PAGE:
PULLING NO PUNCHES

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Happy Family

TRANSGENDER CONDITIONING IS CHILD ABUSE

Matt Barber spotlights new report from doctors’ group on ‘pseudo-scientific quackery’

George Orwell famously wrote, “In a time of universal deceit, telling the truth is a revolutionary act.”

For those tethered to biological reality, the self-evident truth that, prior to birth, people develop either “XY” or “XX” genetic markers and, as such, are objectively, and shall forever remain, either male or female, is as plain as blue is blue or pink is pink.

Indeed, notwithstanding the politically driven “LGBT” agenda that pretends otherwise, those who suffer with “gender dysphoria” disorder will stay, as born, either male or female, whether or not they play dress up, sterilize themselves and destroy healthy reproductive organs.

Hence, it’s of little surprise that, tragically, of those who put themselves through this imaginary “transition,” 41 percent will subsequently attempt suicide.

Still, this “progressive” socio-political scheme moves quickly from merely pitiable and delusional to ghastly and abusive when children are the targets – when selfish adults exploit sexually confused young people by feeding their “gender” delusion and pumping them full of dangerous hormones, or otherwise surgically mutilating and sterilizing them for life via so-called “gender reassignment surgery.”

In order to address the growing momentum of this harmful, gender-bending, pseudo-scientific quackery, a number of America’s leading medical experts on the subject have finally weighed in.  “The American College of Pediatricians (ACPeds) urges educators and legislators to reject all policies that condition children to accept as normal a life of chemical and surgical impersonation of the opposite sex.  Facts – not ideology – determine reality,” they warn.

This child-health advocacy group has released a report that determines, among other things:

1. Human sexuality is an objective biological binary trait: “XY” and “XX” are genetic markers of health – not genetic markers of a disorder.

“The norm for human design is to be conceived either male or female.  Human sexuality is binary by design with the obvious purpose being the reproduction and flourishing of our species,” they observe.  “This principle is self-evident.  The exceedingly rare disorders of sexual differentiation (DSDs), including but not limited to testicular feminization and congenital adrenal hyperplasia, are all medically identifiable deviations from the sexual binary norm, and are rightly recognized as disorders of human design.  Individuals with DSDs do not constitute a third sex.”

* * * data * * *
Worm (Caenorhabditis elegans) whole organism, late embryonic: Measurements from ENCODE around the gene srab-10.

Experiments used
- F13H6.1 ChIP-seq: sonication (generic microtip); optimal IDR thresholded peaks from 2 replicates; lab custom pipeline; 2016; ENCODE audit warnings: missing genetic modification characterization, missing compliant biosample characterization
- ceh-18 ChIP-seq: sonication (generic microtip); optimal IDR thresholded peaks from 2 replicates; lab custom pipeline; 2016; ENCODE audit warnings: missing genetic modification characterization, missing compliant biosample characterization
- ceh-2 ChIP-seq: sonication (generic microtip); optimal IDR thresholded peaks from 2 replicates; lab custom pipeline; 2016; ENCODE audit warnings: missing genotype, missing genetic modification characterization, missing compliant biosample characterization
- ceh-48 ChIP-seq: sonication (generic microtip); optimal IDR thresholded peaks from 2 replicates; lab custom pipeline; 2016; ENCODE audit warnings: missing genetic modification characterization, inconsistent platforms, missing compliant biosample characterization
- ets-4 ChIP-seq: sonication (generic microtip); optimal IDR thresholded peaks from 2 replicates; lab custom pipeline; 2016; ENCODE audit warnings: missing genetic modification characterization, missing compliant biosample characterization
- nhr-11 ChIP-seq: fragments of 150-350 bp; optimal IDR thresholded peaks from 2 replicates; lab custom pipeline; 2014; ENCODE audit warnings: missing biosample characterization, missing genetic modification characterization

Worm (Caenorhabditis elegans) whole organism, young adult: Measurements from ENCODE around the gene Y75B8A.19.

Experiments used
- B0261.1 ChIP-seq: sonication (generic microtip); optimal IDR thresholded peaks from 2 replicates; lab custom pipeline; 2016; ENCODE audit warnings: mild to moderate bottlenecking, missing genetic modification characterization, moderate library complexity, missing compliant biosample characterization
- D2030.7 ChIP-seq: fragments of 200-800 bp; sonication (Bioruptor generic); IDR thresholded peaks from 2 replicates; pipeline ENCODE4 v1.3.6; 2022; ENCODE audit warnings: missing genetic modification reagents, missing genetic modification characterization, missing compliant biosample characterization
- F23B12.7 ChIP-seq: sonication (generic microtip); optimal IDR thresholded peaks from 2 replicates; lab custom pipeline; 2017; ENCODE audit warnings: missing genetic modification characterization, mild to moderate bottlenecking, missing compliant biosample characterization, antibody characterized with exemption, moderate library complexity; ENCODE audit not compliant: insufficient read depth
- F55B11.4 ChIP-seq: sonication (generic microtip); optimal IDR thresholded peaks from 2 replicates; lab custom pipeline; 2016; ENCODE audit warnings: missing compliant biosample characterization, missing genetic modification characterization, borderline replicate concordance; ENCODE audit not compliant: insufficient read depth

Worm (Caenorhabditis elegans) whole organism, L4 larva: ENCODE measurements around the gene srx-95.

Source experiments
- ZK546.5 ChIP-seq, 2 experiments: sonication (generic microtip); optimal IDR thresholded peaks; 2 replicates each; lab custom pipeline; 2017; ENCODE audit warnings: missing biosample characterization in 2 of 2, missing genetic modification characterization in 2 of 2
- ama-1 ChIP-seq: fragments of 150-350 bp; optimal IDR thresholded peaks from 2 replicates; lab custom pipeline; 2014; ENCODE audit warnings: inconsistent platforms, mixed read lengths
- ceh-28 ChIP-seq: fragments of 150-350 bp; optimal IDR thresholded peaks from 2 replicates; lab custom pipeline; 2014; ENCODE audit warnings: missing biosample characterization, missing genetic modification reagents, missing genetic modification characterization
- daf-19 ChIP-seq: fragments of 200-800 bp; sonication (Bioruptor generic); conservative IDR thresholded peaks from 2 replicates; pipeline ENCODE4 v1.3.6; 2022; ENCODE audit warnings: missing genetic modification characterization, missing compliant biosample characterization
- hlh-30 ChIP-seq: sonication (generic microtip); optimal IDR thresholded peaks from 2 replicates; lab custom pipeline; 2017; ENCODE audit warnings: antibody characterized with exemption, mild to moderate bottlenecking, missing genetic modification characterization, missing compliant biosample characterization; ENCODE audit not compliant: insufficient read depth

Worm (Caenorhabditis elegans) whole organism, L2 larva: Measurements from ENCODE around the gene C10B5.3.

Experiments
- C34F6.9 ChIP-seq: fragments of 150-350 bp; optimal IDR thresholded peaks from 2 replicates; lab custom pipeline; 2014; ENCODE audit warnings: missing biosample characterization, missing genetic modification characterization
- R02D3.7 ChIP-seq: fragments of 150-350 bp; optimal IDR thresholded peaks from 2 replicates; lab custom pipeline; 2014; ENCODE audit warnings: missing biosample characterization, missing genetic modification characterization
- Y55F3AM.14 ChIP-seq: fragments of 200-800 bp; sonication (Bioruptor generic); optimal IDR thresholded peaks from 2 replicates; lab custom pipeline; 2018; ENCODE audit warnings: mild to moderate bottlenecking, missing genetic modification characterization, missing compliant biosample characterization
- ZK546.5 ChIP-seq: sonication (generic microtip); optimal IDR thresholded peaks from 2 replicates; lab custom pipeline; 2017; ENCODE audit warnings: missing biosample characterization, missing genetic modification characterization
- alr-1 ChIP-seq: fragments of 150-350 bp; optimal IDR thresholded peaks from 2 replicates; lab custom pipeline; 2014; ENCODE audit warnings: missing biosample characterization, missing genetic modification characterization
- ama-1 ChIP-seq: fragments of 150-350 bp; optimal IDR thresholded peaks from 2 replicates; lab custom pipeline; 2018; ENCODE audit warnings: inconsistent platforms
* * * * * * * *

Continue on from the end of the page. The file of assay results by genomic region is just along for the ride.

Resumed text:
2. No one is born with a gender.  Everyone is born with a biological sex.  Gender (an awareness and sense of oneself as male or female) is a sociological and psychological concept; not an objective biological one.

Let’s take it a step further.  The “gender” phenomenon is, in the larger sense, an artificial and anti-theist-tainted social construct.  It’s an overt act of fist-shaking rebellion against the laws of nature and nature’s God.

And it’s dangerous.

Johns Hopkins Hospital was the pioneer in “gender reassignment surgery.”  It now refuses to perform these discredited cosmetic procedures.  Dr. Paul R. McHugh, the hospital’s former psychiatrist-in-chief and current distinguished service professor of psychiatry, is among those who participated in the ACPeds report.  He has noted in the past that, as even the left-leaning APA reluctantly acknowledges, transgenderism is a “mental disorder” and that the idea of a “sex change” is “biologically impossible.”  “People who identify as ‘feeling like the opposite sex’ or ‘somewhere in between’ do not comprise a third sex.  They remain biological men or biological women,” determines ACPeds.

3. A person’s belief that he or she is something they are not is, at best, a sign of confused thinking.

“When an otherwise healthy biological boy believes he is a girl, or an otherwise healthy biological girl believes she is a boy, an objective psychological problem exists that lies in the mind not the body, and it should be treated as such,” notes the report.   “These children suffer from gender dysphoria.  Gender dysphoria (GD), formerly listed as Gender Identity Disorder (GID), is a recognized mental disorder in the most recent edition of the Diagnostic and Statistical Manual of the American Psychiatric Association (DSM-V).  The psychodynamic and social learning theories of GD/GID have never been disproved.”